The stock market earlier this month was rocked by the news that Tesla CEO Elon Musk has offered a hostile bid to take Twitter private. Musk stated that he had no confidence in the current management to do what needs to be done with the service.
Musk has two goals, based on papers submitted to the Securities & Exchange Commission detailing his communications with Twitter chair Bret Taylor.
First, Musk is looking out for his investment in Twitter, currently 9%, worth $3 billion; he has posed the question, in tweets, whether Twitter is "dying," becoming less vital as a platform, and he argues that substantial change is needed to avert that prospect.
At the same time, Musk has a loftier goal. He says he wants to ensure Twitter will be a platform for free speech.
"I invested in Twitter as I believe in its potential to be the platform for free speech around the globe, and I believe free speech is a societal imperative for a functioning democracy," wrote Musk to Taylor. "However, since making my investment, I now realize the company will neither thrive nor serve this societal imperative in its current form. Twitter needs to be transformed as a private company."
In remarks later on Thursday, Musk spoke of specific changes he would institute during a TED Talk, including eliminating spambots and open-sourcing Twitter's algorithm.
While Musk may succeed in boosting the value of his stake in Twitter, he is unlikely to succeed in the second goal, that of making Twitter a mechanism for free speech. As with all other social media platforms, including Facebook, Snapchat, Instagram, Pinterest, LinkedIn and Tik Tok, the structure of Twitter prohibits free speech.
Social media does not allow for control on the part of participants. Individuals have no control over the use of what they type in tweets and posts and "likes", and other actions on social media. Everything is controlled by the social media platform owner, who is free to sort, sift and display users' contributions as the platform owner sees fit.
Because there is no control by a user, there is no autonomy for those participating in social media. And without autonomy, there is no identity, only the illusion of identity.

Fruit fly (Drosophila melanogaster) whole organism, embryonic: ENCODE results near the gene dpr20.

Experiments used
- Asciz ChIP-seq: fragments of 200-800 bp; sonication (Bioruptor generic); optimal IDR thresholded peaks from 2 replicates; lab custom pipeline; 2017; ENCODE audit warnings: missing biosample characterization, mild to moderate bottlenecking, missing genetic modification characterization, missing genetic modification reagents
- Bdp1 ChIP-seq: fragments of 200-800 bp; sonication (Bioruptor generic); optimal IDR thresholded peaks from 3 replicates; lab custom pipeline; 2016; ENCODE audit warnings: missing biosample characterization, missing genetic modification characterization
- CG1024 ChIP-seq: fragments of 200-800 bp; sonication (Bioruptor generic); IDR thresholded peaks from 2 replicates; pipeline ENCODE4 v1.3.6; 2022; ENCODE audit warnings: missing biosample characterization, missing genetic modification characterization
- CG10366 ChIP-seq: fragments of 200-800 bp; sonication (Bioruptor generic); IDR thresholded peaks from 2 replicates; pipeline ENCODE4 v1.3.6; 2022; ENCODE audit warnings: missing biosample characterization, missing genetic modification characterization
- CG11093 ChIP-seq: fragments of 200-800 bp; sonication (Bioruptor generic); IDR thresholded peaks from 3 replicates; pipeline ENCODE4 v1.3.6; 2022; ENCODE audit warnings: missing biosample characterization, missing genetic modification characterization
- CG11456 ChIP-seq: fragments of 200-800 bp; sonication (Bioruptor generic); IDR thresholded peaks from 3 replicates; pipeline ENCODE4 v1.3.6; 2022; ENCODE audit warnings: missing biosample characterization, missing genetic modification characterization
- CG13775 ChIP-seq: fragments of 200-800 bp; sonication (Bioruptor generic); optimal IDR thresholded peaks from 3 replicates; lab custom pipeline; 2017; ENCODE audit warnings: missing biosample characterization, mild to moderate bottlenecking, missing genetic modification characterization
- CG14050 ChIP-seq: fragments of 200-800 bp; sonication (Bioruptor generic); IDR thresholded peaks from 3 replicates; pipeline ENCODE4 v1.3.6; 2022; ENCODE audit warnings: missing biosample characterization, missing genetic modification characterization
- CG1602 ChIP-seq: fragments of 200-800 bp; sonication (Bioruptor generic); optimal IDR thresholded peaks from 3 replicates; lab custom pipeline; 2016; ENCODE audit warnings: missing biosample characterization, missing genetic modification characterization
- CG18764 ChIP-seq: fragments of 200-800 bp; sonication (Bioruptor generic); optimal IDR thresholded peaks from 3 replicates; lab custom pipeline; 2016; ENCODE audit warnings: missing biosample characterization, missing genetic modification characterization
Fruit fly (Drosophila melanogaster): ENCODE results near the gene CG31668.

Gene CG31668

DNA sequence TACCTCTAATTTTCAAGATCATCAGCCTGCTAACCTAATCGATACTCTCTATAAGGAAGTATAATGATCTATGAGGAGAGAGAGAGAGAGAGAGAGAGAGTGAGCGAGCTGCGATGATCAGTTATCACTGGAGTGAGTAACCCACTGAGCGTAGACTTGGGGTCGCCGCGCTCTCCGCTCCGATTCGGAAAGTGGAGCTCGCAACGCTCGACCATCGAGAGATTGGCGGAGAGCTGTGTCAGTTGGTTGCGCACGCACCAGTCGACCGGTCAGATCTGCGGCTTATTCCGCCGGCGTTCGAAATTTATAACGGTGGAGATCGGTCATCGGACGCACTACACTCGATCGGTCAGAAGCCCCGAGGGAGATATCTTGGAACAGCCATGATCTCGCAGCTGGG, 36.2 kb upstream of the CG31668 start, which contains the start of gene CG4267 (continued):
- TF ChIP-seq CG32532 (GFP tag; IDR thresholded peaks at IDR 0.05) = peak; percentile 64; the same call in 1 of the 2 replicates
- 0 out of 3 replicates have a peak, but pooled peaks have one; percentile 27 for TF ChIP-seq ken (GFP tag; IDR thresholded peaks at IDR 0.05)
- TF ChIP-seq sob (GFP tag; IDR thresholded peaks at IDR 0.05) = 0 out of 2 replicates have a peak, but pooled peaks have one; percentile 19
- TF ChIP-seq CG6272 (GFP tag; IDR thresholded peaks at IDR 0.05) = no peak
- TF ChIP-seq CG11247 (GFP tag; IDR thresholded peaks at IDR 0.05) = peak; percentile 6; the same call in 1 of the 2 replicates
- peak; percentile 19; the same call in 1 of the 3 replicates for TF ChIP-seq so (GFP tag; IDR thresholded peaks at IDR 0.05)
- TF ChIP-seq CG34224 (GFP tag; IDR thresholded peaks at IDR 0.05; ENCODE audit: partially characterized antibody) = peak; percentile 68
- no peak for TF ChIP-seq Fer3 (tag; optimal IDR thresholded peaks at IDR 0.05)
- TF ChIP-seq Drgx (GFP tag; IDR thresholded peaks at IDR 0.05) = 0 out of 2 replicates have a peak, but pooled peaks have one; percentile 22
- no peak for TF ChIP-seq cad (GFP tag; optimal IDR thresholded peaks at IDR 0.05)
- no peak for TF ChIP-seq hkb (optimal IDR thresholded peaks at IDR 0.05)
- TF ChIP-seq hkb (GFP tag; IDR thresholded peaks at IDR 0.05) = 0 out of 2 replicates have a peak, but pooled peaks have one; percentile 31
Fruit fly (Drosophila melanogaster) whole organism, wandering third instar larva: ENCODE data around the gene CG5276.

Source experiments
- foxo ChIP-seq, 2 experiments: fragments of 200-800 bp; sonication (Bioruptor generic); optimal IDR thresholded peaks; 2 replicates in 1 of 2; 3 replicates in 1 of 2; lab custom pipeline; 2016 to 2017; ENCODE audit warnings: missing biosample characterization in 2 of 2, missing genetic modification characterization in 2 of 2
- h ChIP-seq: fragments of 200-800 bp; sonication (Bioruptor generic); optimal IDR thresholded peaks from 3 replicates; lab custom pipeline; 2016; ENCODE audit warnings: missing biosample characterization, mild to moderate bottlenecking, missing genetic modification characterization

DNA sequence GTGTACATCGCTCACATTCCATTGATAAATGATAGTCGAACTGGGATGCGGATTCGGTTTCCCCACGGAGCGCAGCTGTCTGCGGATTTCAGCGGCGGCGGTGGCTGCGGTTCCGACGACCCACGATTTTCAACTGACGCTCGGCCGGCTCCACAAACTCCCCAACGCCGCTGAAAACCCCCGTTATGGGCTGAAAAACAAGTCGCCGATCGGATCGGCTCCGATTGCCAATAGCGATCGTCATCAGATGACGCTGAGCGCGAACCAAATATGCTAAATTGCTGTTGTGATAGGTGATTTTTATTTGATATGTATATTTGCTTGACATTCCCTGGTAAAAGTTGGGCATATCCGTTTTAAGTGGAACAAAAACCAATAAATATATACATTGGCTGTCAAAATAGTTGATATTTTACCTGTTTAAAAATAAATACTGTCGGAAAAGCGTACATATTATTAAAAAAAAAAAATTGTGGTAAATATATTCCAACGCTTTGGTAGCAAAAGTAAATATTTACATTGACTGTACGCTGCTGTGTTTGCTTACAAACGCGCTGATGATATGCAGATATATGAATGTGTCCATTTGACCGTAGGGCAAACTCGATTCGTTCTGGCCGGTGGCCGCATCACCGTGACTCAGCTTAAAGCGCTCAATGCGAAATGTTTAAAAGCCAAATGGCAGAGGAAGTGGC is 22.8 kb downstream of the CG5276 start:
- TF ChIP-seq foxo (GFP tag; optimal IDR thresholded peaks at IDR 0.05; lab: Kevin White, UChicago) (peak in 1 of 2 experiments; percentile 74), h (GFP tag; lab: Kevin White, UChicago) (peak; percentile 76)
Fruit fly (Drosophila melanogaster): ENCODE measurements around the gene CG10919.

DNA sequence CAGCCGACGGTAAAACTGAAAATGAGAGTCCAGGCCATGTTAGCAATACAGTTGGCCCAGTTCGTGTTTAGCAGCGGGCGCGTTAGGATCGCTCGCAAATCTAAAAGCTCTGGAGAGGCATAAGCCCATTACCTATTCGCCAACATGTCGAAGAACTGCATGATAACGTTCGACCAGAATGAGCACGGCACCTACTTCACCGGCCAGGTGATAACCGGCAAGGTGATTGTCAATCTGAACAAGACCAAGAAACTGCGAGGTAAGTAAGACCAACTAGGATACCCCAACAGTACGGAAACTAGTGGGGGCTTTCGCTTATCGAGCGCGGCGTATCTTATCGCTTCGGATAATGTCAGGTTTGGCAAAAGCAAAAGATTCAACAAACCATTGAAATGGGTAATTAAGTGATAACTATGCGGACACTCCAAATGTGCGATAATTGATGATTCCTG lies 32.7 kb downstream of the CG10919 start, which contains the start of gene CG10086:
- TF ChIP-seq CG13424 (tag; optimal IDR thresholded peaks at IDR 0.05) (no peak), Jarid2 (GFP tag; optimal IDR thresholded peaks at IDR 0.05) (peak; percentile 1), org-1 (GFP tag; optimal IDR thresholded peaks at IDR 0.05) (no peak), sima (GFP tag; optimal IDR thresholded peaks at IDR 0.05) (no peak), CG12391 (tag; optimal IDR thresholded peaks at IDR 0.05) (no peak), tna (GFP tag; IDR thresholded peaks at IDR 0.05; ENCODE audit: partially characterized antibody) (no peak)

Like all who participate in social media, Elon Musk participates in the illusion that he has an identity online. For all intents and purposes, "Elon Musk" does not exist any more than any other entity. It is a name attached to a series of text snippets residing in a database constantly sorted and sifted by a platform owner at their sole discretion.
People who have no identity have no "speech" because they are merely fulfilling the will of the platform. Because they have no speech, the notion of "free" speech is irrelevant.
There is a way to restore control to individuals, to give them autonomy online, and thereby create something like identity and something approaching genuine speech. That path involves giving control back to individuals via a personal protocol, making people master of how their utterances show up, their likeness, their presence on Web sites and in the expanding world of the Metaverse, things such as The Sandbox and Decentraland.
A personal protocol would make every person the owner and sole controller of their data, beyond the reach of platform owners.
That kind of change cannot happen from within Twitter or Facebook, or LinkedIn. Fixing those services, as Musk proposes, would only lead to improved versions of a system that has no freedom by design.
Nothing less than a radical re-thinking of identity online can ensure that freedom is granted to those participating in all online worlds, including social media.
If Musk were to take the path of helping to create a personal protocol owned by no one, it would promote freedom and free speech. It might not boost the value of Musk's Twitter stake, but it would advance the second, more important of his stated goals.